Monday, November 09, 2009

To Patent or Not To Patent: Supreme Court to Judge

Most historians recognize the development of the legal framework of patents as an important, if not essential, part of the Industrial Revolution. The proper function of patents and patent law can perhaps be understood best by considering two extremes.

For most of history, the world was at one extreme: no patents or patent law at all. If a clever inventor came up with a new way of doing something or building a useful device, he had to keep it secret in order to maintain the competitive advantage his invention provided for him. Because if the goldsmith or millwright next door found out how the invention worked, the original inventor had no legal way to stop the imitator from using his invention. Consequently, processes and techniques were handed down from father to son or closely held in small guilds whose members were sworn to secrecy. And the pace of technological development during much of this time was consequently slow.

Now suppose we have a patent law, but instead of providing a limited-term monopoly to the inventor of twenty years (in current law), suppose it provided protection in perpetuity. Once somebody invented something, no one else could ever use that invention without the inventor's permission. Paradoxically, this opposite extreme would land us in a situation not too different from the one that prevailed before there were any patents at all. More information would be available, but you couldn't use it legally. Or at best, people would spend most of their inventive time and energy trying to get around the ever-growing forest of issued patents, rather than simply concentrating on inventing new stuff that the market needed.

In the last few decades, the situation in U. S. patent law has moved closer to the extreme of perpetual patents on anything—not so much in terms of the time limits on patents, but in terms of what can be patented. Unfortunately, the effect is much the same. If you can do one little tweak on someone else's patented idea and get a patent on it yourself, the situation is ripe for exploitation by patent lawyers and general confusion. By many accounts, that is more or less the state we're in today. Given enough money, I'm pretty sure you can patent anything these days, whether it's been around for decades or not, because the patent office has tended to neglect its former duty to make sure that inventions are original and worthy of patent protection. Although I haven't checked this to be sure, there is the legendary patent on a way a child swings in a yard swing. If this patent really exists, thousands of kids all across America unconsciously risk falling afoul of the patent laws every time they head for the playground.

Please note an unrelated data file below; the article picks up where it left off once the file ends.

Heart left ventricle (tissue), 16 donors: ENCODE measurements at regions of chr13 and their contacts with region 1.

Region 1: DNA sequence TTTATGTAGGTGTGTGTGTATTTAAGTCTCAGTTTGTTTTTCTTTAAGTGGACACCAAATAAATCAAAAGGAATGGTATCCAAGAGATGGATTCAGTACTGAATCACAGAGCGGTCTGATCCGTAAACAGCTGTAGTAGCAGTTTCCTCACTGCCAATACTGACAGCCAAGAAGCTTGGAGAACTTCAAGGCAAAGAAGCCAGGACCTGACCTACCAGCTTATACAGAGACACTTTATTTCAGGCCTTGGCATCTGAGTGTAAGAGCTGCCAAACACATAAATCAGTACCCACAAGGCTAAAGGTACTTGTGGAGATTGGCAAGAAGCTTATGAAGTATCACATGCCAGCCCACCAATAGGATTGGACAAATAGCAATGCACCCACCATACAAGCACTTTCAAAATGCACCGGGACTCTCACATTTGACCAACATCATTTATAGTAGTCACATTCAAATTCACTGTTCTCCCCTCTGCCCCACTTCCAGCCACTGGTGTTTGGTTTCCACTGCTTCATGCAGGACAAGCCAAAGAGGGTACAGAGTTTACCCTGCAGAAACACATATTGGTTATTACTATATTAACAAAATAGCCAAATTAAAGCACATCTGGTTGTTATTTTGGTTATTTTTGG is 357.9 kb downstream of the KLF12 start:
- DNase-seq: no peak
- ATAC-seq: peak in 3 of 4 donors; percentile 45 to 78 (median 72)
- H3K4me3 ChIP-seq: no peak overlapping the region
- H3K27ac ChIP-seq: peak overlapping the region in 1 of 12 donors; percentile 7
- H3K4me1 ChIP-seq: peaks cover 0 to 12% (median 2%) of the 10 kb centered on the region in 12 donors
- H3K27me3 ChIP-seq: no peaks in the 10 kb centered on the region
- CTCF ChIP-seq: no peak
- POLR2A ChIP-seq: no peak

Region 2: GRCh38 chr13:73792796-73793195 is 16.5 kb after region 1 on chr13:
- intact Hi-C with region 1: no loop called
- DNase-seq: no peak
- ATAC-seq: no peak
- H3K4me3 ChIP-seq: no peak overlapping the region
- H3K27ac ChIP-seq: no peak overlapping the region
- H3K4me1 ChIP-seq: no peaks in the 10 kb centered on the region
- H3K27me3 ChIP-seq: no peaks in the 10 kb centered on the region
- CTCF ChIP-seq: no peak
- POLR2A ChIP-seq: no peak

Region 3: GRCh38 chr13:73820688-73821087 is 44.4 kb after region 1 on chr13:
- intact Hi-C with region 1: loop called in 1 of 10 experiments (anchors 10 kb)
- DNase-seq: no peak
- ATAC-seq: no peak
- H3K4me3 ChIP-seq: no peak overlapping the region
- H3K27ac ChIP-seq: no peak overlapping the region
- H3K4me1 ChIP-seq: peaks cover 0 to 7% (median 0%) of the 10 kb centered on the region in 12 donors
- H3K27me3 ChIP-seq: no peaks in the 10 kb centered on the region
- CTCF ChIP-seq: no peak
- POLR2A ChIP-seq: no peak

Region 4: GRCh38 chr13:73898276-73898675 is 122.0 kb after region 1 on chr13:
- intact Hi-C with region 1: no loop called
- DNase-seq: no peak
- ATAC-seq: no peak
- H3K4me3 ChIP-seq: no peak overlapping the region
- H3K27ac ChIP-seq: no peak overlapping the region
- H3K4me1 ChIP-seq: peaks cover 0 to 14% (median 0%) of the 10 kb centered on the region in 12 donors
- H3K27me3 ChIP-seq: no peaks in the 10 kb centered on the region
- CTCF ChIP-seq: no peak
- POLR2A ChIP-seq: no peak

Today (Nov. 9) the U. S. Supreme Court is scheduled to hear their first patent case pertaining to the scope of the patent laws in many years. At issue is more than a single patent decision, although a patent claimed by businessmen Bernard Bilski and Rand Warsaw having to do with energy-price trading started the ball rolling. In a 2008 decision by the Federal Circuit (a special court that tries appeals of patent cases), Chief Judge Michel radically restricted his court's earlier generous interpretation of the kinds of things that can be patented. The rule he proclaimed says that a patentable process can only be issued if it is related to a "particular machine or apparatus" or transforms an article into "a different state or thing." If carried to its logical conclusion, this decision could invalidate or cast into question thousands of esxisting patents on business methods, software, diagnostic techniques, and many other technologies. A blogger at the intellectual-property website excoriated Judge Michel for going way beyond the matter at issue, since whatever the Federal Circuit says about patents is the last word unless the Supreme Court says otherwise.

Sudden invalidation of a lot of patents would certainly be disruptive, especially at a time when the technology industry is not doing that well financially. Many high-tech companies are watching this case closely for that reason. The hope is that the Supreme Court will correct what many people perceive as a blunder on the part of the Federal Circuit, but how far they go in correcting the earlier decision could have important implications for the future of patent law in the U. S.

Patent law is a creature of the legislative branch, not the judicial branch, and perhaps all this attention will lead Congress to revisit the state of patent law with a view toward streamlining and modernizing the system. One practical problem that has led to the flood of dubious patents in recent years is the fact that the Patent Office is grossly understaffed. The sense is that rather than give patents the attention they need at the price of taking many years to issue a patent, the Office simply does something close to rubber-stamping in a matter of two years or less. Another problem is that two years is still only a little less than eternity in some businesses such as software, where entire generations of products rise and fall in a matter of months. But Congress is busily engaged on other matters for the time being.

The Supreme Court will take some months to decide this case, so we look forward to revisiting it in the spring, by which time a lot of things will look better, I hope.

Sources: I used material from the following websites: (the Huffington Post is not something I routinely visit, but showed up first on a Google search—I don't recommend it for general viewing!),, and

1 comment:

  1. You may find this article on patents in China interesting: